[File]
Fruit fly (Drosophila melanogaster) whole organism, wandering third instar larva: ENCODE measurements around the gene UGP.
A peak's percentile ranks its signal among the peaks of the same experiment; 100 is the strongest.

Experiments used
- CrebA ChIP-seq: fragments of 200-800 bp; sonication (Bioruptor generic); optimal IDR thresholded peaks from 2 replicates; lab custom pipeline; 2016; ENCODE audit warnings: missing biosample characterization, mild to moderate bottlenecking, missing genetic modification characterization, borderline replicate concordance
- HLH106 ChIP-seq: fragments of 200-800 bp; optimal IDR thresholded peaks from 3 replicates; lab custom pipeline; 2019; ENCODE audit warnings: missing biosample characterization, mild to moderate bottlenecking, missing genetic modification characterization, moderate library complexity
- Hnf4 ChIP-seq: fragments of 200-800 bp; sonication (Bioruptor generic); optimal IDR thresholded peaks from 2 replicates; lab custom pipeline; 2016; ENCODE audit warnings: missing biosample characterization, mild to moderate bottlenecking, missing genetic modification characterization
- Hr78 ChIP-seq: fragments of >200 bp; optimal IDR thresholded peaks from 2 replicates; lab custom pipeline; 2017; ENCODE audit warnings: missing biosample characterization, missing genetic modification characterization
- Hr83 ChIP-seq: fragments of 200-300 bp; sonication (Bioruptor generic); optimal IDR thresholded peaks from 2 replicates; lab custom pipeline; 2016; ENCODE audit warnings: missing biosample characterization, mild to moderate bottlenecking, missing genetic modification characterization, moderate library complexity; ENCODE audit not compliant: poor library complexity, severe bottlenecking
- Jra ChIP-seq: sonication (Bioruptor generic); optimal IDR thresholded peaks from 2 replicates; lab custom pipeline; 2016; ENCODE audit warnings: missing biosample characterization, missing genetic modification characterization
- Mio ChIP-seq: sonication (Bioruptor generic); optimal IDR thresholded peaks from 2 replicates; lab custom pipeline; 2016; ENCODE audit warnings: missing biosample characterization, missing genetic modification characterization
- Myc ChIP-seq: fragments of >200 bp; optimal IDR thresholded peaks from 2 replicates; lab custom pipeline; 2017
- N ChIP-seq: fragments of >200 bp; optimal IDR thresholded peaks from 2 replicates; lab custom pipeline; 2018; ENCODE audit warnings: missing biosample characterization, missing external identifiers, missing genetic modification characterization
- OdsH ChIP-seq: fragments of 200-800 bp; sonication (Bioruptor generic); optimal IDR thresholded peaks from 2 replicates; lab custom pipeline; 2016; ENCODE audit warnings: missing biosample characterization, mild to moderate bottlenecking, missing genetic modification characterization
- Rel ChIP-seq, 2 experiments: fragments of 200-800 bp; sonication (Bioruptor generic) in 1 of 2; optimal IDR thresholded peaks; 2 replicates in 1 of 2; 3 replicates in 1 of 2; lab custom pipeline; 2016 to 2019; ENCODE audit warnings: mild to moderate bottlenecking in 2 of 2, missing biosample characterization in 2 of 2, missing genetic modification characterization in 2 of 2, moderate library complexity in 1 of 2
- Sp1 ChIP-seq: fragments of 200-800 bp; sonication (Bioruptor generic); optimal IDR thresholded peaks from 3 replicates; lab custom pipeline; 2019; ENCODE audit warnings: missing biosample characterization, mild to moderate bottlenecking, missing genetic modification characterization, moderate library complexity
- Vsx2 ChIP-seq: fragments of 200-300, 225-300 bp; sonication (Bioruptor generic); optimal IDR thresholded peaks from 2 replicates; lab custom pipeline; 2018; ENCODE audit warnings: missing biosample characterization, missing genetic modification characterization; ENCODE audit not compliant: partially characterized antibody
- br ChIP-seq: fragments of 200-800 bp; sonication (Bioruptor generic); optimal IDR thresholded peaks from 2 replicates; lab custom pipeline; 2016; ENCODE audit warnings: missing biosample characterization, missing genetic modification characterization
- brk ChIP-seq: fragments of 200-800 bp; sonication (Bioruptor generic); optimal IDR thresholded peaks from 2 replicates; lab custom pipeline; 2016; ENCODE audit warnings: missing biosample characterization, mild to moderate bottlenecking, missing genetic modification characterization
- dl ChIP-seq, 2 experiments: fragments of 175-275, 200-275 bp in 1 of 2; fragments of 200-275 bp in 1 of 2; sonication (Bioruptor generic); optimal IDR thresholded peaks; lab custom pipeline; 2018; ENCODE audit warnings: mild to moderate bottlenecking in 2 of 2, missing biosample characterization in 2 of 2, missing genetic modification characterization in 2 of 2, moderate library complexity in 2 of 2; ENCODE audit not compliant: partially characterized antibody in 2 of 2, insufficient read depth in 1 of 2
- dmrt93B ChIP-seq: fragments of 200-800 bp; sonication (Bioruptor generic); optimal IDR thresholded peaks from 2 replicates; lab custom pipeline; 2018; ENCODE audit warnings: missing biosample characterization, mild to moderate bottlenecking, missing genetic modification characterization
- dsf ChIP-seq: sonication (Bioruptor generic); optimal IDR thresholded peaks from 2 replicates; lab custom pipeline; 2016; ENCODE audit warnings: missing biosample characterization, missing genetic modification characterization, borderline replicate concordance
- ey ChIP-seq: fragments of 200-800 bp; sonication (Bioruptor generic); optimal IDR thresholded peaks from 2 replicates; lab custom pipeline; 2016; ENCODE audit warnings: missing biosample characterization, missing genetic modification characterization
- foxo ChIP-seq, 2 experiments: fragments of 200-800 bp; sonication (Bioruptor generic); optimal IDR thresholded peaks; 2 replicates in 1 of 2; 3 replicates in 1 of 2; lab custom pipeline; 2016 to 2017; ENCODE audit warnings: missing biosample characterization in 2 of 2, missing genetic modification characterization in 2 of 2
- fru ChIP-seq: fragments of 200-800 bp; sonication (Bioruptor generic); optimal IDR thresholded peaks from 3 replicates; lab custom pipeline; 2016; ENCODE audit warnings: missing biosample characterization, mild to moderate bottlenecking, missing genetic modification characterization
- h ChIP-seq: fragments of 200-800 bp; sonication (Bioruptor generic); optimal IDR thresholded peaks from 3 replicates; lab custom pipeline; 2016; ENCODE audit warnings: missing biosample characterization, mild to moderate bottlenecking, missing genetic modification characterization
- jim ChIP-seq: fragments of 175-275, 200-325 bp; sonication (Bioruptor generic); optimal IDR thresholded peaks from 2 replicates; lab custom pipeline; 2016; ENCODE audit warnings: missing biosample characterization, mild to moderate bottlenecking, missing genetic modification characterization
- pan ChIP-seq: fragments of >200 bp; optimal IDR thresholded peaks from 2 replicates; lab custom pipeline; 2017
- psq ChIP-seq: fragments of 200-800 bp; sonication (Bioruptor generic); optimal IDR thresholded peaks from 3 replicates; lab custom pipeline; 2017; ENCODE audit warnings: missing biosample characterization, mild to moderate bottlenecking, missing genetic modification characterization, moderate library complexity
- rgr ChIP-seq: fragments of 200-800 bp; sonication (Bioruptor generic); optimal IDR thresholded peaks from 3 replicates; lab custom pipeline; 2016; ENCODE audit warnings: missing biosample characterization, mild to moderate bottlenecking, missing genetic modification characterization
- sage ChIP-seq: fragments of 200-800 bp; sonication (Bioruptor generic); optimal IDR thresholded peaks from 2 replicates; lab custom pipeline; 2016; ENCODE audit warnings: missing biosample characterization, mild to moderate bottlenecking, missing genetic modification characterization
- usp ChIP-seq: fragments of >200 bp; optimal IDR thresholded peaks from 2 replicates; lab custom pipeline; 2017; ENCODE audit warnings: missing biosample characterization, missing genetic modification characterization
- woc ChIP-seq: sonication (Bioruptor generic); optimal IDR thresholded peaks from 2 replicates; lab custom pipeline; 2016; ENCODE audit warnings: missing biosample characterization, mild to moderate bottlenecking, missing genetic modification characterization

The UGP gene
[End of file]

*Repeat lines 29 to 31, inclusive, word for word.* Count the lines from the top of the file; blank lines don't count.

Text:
- rgr ChIP-seq: fragments of 200-800 bp; sonication (Bioruptor generic); optimal IDR thresholded peaks from 3 replicates; lab custom pipeline; 2016; ENCODE audit warnings: missing biosample characterization, mild to moderate bottlenecking, missing genetic modification characterization
- sage ChIP-seq: fragments of 200-800 bp; sonication (Bioruptor generic); optimal IDR thresholded peaks from 2 replicates; lab custom pipeline; 2016; ENCODE audit warnings: missing biosample characterization, mild to moderate bottlenecking, missing genetic modification characterization
- usp ChIP-seq: fragments of >200 bp; optimal IDR thresholded peaks from 2 replicates; lab custom pipeline; 2017; ENCODE audit warnings: missing biosample characterization, missing genetic modification characterization